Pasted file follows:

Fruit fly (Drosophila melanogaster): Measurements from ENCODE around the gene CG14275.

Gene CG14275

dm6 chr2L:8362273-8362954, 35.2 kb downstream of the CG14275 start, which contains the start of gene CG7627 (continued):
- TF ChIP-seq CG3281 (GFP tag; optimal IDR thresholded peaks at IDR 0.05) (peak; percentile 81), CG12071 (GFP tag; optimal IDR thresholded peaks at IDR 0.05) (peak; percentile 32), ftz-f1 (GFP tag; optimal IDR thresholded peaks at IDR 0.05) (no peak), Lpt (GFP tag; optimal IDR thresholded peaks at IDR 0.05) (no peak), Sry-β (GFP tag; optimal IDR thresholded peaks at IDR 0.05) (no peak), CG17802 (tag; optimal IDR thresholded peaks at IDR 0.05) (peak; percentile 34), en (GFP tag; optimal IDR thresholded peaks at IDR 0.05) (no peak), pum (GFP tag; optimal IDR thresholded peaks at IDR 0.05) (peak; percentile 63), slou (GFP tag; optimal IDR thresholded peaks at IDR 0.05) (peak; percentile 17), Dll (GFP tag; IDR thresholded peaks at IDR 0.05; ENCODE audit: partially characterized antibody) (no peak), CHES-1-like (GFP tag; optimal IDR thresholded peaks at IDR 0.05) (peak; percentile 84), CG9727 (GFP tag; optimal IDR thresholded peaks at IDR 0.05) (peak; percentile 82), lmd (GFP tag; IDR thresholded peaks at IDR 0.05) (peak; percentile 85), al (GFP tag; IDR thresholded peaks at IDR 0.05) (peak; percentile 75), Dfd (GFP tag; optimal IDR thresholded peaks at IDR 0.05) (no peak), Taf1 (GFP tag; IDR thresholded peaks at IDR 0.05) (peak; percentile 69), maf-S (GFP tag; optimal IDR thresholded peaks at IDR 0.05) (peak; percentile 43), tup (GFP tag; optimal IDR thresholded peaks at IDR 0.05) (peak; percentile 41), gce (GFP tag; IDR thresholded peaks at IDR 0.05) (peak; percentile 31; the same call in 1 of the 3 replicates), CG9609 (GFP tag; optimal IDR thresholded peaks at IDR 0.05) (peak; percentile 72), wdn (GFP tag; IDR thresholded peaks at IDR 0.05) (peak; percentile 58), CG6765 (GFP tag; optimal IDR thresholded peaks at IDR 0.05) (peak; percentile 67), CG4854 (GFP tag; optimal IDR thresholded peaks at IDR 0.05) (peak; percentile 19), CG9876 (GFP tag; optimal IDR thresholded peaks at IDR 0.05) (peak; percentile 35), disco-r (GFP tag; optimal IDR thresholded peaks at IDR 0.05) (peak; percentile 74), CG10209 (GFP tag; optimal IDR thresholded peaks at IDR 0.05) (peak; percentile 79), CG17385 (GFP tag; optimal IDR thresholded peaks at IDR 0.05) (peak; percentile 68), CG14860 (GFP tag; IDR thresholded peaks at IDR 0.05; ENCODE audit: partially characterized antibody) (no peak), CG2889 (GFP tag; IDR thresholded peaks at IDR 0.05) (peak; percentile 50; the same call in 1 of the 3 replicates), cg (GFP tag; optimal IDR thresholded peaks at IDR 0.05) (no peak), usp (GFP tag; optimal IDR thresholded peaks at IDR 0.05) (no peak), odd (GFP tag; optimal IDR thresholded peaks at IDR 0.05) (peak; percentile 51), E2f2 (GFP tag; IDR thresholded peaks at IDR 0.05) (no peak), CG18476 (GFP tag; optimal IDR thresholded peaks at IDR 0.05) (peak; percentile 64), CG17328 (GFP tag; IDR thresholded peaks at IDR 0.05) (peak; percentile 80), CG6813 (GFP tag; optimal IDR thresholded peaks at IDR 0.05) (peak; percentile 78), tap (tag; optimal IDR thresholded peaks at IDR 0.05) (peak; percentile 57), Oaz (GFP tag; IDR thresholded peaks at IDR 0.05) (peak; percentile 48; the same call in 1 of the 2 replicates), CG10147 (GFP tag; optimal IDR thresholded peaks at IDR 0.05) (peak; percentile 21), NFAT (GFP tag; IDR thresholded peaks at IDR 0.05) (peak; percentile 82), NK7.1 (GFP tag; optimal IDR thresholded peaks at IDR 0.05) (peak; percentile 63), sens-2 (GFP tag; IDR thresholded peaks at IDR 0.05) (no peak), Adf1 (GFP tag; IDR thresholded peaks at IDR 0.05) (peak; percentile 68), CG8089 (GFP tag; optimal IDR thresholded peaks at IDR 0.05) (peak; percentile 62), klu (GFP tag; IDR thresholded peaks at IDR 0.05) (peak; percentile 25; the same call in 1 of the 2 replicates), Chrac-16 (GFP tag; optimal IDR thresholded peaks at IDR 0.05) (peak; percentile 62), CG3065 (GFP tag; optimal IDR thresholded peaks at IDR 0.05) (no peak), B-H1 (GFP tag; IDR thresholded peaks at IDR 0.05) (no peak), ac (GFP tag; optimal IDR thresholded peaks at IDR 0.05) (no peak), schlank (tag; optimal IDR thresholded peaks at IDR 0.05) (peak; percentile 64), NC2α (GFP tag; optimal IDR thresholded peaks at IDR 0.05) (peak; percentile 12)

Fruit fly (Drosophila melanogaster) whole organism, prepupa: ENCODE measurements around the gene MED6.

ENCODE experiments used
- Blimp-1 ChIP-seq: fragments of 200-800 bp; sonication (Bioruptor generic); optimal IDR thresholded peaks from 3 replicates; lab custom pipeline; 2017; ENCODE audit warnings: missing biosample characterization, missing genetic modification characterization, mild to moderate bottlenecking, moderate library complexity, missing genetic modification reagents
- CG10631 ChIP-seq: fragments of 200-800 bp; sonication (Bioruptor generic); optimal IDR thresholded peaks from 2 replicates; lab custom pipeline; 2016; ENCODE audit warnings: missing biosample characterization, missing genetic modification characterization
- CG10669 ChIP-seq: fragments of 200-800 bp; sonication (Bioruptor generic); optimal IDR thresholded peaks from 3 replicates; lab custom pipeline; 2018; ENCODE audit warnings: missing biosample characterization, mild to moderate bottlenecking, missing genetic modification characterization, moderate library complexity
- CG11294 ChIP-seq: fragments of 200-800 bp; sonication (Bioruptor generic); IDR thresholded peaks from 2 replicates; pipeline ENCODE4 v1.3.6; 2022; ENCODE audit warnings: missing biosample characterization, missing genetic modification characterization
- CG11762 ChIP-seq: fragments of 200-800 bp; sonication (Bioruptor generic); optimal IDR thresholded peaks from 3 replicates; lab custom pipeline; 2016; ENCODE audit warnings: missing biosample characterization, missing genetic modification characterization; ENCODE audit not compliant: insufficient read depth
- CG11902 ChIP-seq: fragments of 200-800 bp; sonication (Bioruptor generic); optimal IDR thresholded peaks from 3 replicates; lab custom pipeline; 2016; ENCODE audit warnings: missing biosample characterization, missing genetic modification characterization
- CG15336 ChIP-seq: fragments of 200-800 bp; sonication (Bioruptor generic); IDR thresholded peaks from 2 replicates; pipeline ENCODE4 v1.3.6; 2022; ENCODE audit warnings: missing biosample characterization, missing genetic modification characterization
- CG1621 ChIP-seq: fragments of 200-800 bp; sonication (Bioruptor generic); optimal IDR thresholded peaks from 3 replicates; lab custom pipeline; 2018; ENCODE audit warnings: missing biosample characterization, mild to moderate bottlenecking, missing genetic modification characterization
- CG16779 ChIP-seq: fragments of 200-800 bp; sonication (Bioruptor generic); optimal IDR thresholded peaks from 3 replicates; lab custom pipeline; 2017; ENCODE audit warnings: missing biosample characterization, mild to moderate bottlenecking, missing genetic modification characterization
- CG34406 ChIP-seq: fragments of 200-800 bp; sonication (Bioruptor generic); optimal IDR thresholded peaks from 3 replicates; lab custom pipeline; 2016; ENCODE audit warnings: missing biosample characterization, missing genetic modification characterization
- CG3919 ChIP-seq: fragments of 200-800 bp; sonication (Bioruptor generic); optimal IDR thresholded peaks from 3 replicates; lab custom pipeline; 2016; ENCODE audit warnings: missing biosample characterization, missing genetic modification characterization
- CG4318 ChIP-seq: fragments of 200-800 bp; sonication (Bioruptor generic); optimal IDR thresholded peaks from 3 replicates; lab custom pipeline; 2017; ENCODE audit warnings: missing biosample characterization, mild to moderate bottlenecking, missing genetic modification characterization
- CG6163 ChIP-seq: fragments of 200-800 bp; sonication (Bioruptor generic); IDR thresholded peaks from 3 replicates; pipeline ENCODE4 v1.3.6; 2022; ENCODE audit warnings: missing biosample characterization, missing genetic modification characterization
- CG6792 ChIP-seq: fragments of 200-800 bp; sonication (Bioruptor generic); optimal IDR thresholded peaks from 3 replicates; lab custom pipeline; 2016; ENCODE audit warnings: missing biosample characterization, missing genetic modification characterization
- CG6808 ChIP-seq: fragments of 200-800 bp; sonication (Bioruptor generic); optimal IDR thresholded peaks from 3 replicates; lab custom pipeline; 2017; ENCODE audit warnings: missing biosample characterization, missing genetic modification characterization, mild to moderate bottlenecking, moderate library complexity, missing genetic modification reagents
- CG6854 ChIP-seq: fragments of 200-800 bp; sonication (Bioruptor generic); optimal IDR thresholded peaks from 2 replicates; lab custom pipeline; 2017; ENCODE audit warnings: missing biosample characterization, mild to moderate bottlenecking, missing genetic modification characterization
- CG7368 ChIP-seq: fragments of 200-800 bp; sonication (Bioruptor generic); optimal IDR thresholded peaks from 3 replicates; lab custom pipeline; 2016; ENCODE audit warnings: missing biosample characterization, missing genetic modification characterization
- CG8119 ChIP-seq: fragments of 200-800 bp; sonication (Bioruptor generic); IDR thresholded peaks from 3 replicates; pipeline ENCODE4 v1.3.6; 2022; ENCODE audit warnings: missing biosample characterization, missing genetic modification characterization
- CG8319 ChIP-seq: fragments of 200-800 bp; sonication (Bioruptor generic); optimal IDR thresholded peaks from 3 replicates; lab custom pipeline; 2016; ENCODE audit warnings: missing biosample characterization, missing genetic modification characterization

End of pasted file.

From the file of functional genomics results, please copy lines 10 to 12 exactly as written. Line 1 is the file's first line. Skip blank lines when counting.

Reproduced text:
- CG11294 ChIP-seq: fragments of 200-800 bp; sonication (Bioruptor generic); IDR thresholded peaks from 2 replicates; pipeline ENCODE4 v1.3.6; 2022; ENCODE audit warnings: missing biosample characterization, missing genetic modification characterization
- CG11762 ChIP-seq: fragments of 200-800 bp; sonication (Bioruptor generic); optimal IDR thresholded peaks from 3 replicates; lab custom pipeline; 2016; ENCODE audit warnings: missing biosample characterization, missing genetic modification characterization; ENCODE audit not compliant: insufficient read depth
- CG11902 ChIP-seq: fragments of 200-800 bp; sonication (Bioruptor generic); optimal IDR thresholded peaks from 3 replicates; lab custom pipeline; 2016; ENCODE audit warnings: missing biosample characterization, missing genetic modification characterization